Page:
For the past few weeks I’ve been a part of a faculty seminar at my institution focused on the “Catholic intellectual tradition.” The seminar has been a welcome respite once a week to take a step back from the daily details of teaching, and instead look at how my work – both in research and in pedagogy – fit into the rich history of this tradition. Getting a sense of the forest, you might say, instead of analyzing trees.

Understandably, much of the discussion this year has circled around the new developments within the ongoing abuse crisis in the Church. Being in Maryland and sandwiched between the PA dioceses examined in the grand jury report, as well as Theodore McCarrick’s stomping grounds in Washington, DC, both of the most recent epicenters of this ongoing crisis weigh heavily on faculty (and I would warrant, students as well). As a small Catholic liberal arts school experiencing the same financial struggles as many peer institutions, our Catholic identity has been viewed as both a boon and a liability. If our Catholic identity is part of what makes the school distinctive, will that be an identity that the next generation wants to embrace, in light of the widespread (and rightful) sense of anger and betrayal among Catholics?

Just a few days ago, Michael McCarthy, SJ wrote an editorial for America Magazine on “The Uncertain Future of Jesuit Education,” which helpfully names a few challenges that this (and the following) generations of students will face (such as fears about automation and job security). But as I was reading the article I was struck by how many of the obstacles identified were external: technology, economic pressures of commodification, etc. There was little consideration of internal failings within the Church, and how that might impact our universities. McCarthy writes:

In recent years I have been surprised by how fearful and suspicious many college undergraduates have become. As smart, generous and hard-working as they are, there is a deep vulnerability and a habitual distrust in the values and authorities that provided previous generations with confidence and direction—a sense of citizenship and of religious commitment, to name only two. As one colleague has pointed out, regarding those growing up in the age of social media, “their nose for bulls–t has become more keen than their expectation of truth.”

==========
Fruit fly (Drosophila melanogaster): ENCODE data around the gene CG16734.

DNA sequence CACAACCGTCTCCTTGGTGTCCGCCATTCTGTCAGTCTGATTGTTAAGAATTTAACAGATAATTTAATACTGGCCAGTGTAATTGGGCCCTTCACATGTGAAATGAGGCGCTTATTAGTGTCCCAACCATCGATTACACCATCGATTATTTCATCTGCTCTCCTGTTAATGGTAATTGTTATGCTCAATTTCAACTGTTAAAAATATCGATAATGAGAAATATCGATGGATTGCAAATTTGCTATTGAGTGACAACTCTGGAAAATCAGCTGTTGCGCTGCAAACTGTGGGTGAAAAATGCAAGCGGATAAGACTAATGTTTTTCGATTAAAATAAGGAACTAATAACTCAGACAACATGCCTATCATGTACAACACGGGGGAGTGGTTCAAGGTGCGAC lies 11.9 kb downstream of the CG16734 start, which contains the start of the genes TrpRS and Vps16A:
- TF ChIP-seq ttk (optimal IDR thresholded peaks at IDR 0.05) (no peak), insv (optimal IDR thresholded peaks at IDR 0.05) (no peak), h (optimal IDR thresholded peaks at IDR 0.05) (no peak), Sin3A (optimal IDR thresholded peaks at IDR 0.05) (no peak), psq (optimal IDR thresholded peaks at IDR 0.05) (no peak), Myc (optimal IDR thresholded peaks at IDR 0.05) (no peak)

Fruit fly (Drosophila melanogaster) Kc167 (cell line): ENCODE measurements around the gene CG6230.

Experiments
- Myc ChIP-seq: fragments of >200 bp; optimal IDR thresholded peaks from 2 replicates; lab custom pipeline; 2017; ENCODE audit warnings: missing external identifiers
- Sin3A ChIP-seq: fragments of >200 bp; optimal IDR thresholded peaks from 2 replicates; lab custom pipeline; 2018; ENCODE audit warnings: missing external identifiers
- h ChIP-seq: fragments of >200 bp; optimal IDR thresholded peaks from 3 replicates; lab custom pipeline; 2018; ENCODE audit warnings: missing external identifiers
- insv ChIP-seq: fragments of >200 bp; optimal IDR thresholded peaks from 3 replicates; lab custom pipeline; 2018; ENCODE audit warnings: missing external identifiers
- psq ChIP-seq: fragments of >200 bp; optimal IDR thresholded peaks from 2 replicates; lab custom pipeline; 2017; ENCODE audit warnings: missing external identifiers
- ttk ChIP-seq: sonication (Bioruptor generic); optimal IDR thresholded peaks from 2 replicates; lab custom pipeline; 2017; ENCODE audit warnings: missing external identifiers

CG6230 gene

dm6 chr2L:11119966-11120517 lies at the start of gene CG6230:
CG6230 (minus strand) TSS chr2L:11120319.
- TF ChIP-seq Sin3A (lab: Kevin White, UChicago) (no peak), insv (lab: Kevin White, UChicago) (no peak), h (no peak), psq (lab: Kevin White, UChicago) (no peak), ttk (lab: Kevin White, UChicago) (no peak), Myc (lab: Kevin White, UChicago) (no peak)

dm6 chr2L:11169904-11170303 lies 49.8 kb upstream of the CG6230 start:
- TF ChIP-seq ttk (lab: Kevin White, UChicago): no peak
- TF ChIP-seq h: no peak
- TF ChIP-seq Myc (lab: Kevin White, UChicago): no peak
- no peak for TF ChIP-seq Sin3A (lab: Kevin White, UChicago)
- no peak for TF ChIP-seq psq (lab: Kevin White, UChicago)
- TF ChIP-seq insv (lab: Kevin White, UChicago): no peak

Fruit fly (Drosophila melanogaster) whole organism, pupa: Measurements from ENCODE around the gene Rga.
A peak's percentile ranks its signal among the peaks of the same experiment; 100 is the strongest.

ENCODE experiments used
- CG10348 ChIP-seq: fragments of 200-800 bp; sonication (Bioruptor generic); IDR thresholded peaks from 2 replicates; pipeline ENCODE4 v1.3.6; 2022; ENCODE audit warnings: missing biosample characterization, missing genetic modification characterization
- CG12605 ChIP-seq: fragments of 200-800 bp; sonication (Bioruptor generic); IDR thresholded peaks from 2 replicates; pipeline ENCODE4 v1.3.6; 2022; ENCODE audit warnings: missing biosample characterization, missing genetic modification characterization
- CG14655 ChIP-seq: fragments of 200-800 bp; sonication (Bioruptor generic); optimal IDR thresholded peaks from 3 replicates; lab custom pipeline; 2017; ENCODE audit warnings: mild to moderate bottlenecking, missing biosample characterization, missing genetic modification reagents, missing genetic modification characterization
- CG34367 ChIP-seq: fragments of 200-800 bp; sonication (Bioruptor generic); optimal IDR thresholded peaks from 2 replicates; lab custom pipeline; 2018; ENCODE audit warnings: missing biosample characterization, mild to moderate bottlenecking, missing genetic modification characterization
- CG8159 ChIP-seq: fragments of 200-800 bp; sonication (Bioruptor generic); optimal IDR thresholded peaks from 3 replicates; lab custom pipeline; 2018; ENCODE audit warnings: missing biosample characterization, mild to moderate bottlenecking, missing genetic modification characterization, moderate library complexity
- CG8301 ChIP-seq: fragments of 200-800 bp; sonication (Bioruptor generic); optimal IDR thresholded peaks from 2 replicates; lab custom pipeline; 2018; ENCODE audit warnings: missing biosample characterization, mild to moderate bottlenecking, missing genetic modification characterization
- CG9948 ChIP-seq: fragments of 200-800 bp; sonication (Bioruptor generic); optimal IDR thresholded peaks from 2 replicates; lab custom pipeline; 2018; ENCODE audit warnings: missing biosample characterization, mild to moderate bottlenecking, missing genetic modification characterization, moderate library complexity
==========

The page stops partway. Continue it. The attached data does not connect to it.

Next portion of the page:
While not challenging the cultural shifts that McCarthy names among younger generations, I think those of us within Catholic higher ed need to take a moment and examine how our Church has contributed to precisely this sense of suspicion. That we have lost a sense of moral authority in the eyes of the world, and among our own congregations. This will have a very real impact on our universities: the Catholic identity may not be a identity that the next generation is proud to have. And at the moment, it’s hard to tell them why that should be any different.

McCarthy lays out a proposal for how Jesuit institutions might address this, in light of their own distinctive spirituality and charism. But I think this is a question that all Catholic colleges and universities need to raise. In fact, it would be great to hear this in the comments: what conversations are happening at your institutions about the impact of the abuse crisis on Catholic identity?